“Rise and Fall: The Tale of the World’s Largest Treehouse”
Crossville, Tennessee, boasts an extraordinary marvel – the world’s largest treehouse. Crafted by Horace Burgess, this towering creation, known as “The Minister’s Tree House,” stands as a testament to human creativity and faith.
Divine Inspiration and Remarkable Construction
Horace Burgess embarked on this remarkable journey in 1993, driven by what he believed was a divine commission from God. An awe-inspiring ten stories tall, the treehouse stands tall on a foundation of six oak trees. Its incredible dimensions amount to over 3,000 square meters of “living space.”
Burgess’s unwavering faith in God’s promise led to a construction that defied norms. Over nearly 250,000 nails were used in this wooden wonder, completed over 14 years, and estimated to have cost around $12,000.
Burgess’s conviction rested on the belief that divine guidance was behind this venture. According to him, God reassured him that the wood required would never run out. This assurance formed the cornerstone of the treehouse’s construction.
A Space for Prayer and Play
The treehouse’s grandeur encompassed a substantial central area, serving dual purposes as a space for prayer and basketball games. Ascending to its zenith revealed a penthouse on the tenth floor and a half-ton church bell, marking the intersection of the spiritual and the playful.
Marks of Visitors and Endings
Visitors etched their memories onto the structure, leaving marks on the wooden planks. However, despite its charm, the treehouse was shuttered in 2012 due to fire code violations, with concerns of the flammable materials posing a significant fire risk.
In a tragic turn of events, this magnificent wooden structure, standing 97 feet tall, met its untimely end. Consumed by flames in less than half an hour, the Minister’s Treehouse was reduced to ashes.
A Two-Decade Journey
Construction commenced in the early 1990s, with architect Harold Burgess acting upon his belief that the project would never lack material. Sourced from raw lumber donations by locals, the treehouse grew over two decades.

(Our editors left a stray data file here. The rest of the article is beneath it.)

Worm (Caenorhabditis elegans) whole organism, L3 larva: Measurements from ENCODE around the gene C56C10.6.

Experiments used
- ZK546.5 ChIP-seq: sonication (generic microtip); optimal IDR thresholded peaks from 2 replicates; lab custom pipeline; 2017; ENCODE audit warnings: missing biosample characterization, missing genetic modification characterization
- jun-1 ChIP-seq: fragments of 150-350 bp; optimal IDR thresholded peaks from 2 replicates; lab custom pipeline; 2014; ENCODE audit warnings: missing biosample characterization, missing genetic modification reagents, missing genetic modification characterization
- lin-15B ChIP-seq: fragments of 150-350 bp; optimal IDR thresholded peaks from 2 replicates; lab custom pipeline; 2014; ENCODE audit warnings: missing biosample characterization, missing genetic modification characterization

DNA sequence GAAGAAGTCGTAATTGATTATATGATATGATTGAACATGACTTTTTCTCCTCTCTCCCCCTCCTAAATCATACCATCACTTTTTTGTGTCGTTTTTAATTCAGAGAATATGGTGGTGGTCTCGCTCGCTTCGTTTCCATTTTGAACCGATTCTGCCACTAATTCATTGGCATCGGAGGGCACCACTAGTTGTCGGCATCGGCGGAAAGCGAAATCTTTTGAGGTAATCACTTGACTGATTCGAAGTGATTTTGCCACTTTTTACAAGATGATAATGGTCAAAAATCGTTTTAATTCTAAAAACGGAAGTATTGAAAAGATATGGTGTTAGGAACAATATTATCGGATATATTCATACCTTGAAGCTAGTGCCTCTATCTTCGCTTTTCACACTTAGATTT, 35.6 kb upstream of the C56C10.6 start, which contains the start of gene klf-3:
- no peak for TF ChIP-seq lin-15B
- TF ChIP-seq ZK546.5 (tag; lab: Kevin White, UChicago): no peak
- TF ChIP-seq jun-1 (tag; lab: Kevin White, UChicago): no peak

A Tapestry of Rooms
The treehouse expanded across 80 rooms, including classrooms, bedrooms, and a kitchen. Its five stories were interconnected by a towering white oak tree, 80 feet tall. A sweeping wraparound porch connected the levels, and the interior melded the eccentric and the spiritual.
Inside, a hand-carved Bible, a towering cross, and wooden pews forged a unique ambiance. The word “JESUS” was meticulously mowed into the grass below the structure. Church services held within its walls drew visitors seeking a distinct spiritual experience.
Closure and Fire’s Fury
In 2012, state fire marshals deemed the treehouse unsafe for tourism due to various infractions, ranging from structural concerns to safety issues. Burgess defiantly displayed a sign reading “Closed by the state fire marshal. File your complaints with them.”
Tragedy struck when flames engulfed the treehouse. Captain Derek Carter of the Cumberland County Fire Department described the scene as “a pile of rubble.” Despite the efforts of firefighters, the blaze swiftly claimed the once-majestic structure.
A Memory of Grandeur
For Pigeon Forge native Macy Leatherwood, the Minister’s Treehouse stood as the highlight of a family trip, a memory forever cherished. Its enchantment remained etched in her memory, even though she could only glimpse it from afar.
A Mix of Cool and Danger
Captain Carter, who had visited the treehouse as a tourist before its closure, summed it up succinctly. The treehouse, with its undeniable allure, was also undeniably perilous.
A Saga of Faith and Loss
From its origins as a testament to faith to its tragic demise in flames, the Minister’s Treehouse tells a story of human endeavor and divine inspiration. This extraordinary creation may have fallen, but its legacy lives on in the hearts of those who marveled at its splendor.